Pierce the Veil Breaks Down the City-Hopping, Fleetwood Mac-Inspired Story Behind Its Chart-Topping New Album

Pierce the Veil
Courtesy Photo

Pierce the Veil

“We had an interesting day today, a lot of cool things have happened,” Pierce the Veil singer Vic Fuentes tells us as we sit out on the balcony of a San Fernando Valley hotel on a Thursday afternoon, Jameson in hand, toasting the band’s success.

The group’s new album, Misadventures, debuted at No. 4 on the Billboard 200, giving them their first top 10 album. And just like 2012’s Collide With Sky, Misadventures hit No. 1 across the board in the rock world, including the alternative, rock and hard rock charts.

As a result of the San Diego group’s breakthrough, they are enjoying cool things like interviews with former MTV host Matt Pinfield and Nikki Sixx’s Sixxth Sense show, and free Smashing Pumpkins shirts from a recent in-store at Hot Topic. Maybe the most gratifying thing for them, though, is the success of a record that was their most difficult to finish. We spoke with Fuentes and bass guitarist Jaime Preciado about writing Misadventures, Willie Nelson and how Stevie Nicks influenced this album.

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Was Dan [Korneff] really helpful with the sound of this album?

Fuentes: We went to him because we followed his sound. He’s got a great ear.

Preciado: He’s good at making everything sound real, but sonically really good. His drums are probably his bread and butter. I think he makes drums sound so fucking awesome; and that’s the hardest thing to make sound good. At least for me when I listen to a record, the first thing I notice are drums. You listen to Foo Fighters’ “My Hero,” those drums are so roomy and so huge. It sticks with you.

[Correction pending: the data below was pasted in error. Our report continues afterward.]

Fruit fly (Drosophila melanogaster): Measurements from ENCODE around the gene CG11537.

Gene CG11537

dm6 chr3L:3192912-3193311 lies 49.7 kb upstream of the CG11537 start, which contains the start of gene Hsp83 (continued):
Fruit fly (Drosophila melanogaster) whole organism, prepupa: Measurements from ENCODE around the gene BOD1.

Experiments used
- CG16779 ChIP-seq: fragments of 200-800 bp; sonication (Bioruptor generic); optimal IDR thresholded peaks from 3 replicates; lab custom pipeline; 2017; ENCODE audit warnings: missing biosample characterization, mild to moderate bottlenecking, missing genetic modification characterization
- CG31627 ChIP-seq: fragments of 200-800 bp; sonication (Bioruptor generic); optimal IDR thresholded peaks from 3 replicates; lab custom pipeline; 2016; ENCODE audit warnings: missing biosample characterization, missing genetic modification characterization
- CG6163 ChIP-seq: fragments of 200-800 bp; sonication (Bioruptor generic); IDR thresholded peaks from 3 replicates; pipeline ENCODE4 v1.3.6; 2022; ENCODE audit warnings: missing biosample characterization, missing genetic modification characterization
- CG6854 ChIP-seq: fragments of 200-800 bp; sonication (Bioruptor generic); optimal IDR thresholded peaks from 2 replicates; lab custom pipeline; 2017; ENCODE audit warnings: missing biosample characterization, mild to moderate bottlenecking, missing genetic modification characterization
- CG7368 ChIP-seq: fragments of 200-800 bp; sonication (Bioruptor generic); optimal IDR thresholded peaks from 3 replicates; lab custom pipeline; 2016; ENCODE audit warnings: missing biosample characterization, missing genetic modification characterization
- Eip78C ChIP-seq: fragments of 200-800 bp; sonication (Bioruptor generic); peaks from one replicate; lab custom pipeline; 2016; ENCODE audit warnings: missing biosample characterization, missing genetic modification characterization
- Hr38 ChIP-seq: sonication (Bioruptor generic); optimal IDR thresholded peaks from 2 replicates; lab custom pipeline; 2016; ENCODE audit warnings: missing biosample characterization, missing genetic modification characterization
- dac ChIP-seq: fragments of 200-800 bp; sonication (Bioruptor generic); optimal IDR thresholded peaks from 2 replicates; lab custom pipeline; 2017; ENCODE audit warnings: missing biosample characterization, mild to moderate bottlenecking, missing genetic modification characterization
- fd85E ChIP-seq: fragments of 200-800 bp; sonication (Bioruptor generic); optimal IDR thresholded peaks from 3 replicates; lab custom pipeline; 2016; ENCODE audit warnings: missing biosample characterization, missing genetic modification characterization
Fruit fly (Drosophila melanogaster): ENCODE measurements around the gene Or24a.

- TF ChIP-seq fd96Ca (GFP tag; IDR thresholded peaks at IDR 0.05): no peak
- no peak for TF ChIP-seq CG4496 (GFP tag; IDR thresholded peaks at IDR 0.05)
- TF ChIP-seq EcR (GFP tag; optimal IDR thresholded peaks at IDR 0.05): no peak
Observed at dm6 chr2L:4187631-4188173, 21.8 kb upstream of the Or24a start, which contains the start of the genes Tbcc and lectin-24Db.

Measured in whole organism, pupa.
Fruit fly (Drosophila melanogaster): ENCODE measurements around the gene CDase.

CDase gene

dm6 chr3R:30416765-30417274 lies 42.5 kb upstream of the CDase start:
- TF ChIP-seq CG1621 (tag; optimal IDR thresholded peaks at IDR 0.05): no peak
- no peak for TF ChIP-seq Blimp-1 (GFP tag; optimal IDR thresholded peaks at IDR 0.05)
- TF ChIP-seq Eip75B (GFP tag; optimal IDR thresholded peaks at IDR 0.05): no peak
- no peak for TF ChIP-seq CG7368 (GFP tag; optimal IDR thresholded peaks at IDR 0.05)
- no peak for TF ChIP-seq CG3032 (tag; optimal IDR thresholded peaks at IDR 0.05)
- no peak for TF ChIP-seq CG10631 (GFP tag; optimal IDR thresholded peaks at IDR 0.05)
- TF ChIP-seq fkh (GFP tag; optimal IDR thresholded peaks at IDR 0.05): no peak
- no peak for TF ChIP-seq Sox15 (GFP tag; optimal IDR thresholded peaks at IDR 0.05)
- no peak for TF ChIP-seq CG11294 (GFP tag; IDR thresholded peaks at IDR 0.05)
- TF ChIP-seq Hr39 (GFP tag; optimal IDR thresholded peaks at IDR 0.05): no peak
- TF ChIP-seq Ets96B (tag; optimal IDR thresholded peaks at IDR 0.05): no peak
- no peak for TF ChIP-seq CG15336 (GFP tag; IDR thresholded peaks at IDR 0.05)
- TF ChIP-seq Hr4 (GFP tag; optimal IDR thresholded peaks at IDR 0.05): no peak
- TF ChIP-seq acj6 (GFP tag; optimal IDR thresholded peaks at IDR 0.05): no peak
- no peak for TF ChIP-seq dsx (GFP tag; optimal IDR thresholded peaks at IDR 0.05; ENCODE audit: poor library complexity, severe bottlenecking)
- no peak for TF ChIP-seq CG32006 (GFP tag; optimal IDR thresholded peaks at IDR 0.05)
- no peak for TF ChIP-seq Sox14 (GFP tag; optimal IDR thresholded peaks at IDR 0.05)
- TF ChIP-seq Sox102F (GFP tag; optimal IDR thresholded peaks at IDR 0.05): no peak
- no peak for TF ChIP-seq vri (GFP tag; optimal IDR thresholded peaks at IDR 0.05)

Fuentes: I think that is a huge thing about Dan Korneff, he was on the same page with us. We like to use real amps and have things be as real as possible, but at the same time we want this record to sound like one of the best records ever. He’s on that page, he’s like, “I want my shit to sound hi-fi, but I want it to be real.” That’s right up our alley. 

Looking out at the tour bus calls to mind Willie Nelson. If Willie asked you to come on his bus what song would you sing for him?

Fuentes: I would sing any song he wanted, I would pull up the tabs and learn it right in front of him.

Preciado: I would play “On The Road Again” and have him sing it high as fuck.

Fuentes: Come on, think of something else. You’re gonna sing his biggest song with him? We created this coffee table book of our tours really early days and I remember he was one of the quotes, “The life I love is making music with my friends.” With Willie I’d probably sing a song by Sublime called “Smoke Two Joints”; “Two in peace and two in time of war.” 

Do you have any good weed stories to entertain Willie?

Fuentes: I have one more weed story, I recently had the chance to work in Santa Monica at the Village. So I’m working there, and downstairs, Snoop is working on some stuff, posse of like 15 Crips, brought them straight into the studio, had strapped bodyguards outside the door, rolled up in one of those cars that has three wheels, those new cars you have to wear a helmet on. I was working on a bunch of emo songs upstairs, Snoop in one room, Busta Rhymes in another. It was a great day. 

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What were you working on there?

Fuentes: It was Misadventures, I was writing there for like a month or so. It was awesome because it sort of fell in my lap at the perfect time because I really needed a place to finish the record and our label, Fearless, had just merged with Concord. So when we merged with Concord they were like, “Hey, we have a residency at this place called the Village. You are now an artist on our label. How would you like to use this?” I’m like, “Are you serious?” They literally let me use this amazing studio and it was rad. I think it was really helpful for the record. When I walked in, I learned about all the history of the place. Fleetwood Mac built their studio there. 

How does writing in a place where all this great music has occurred inspire you?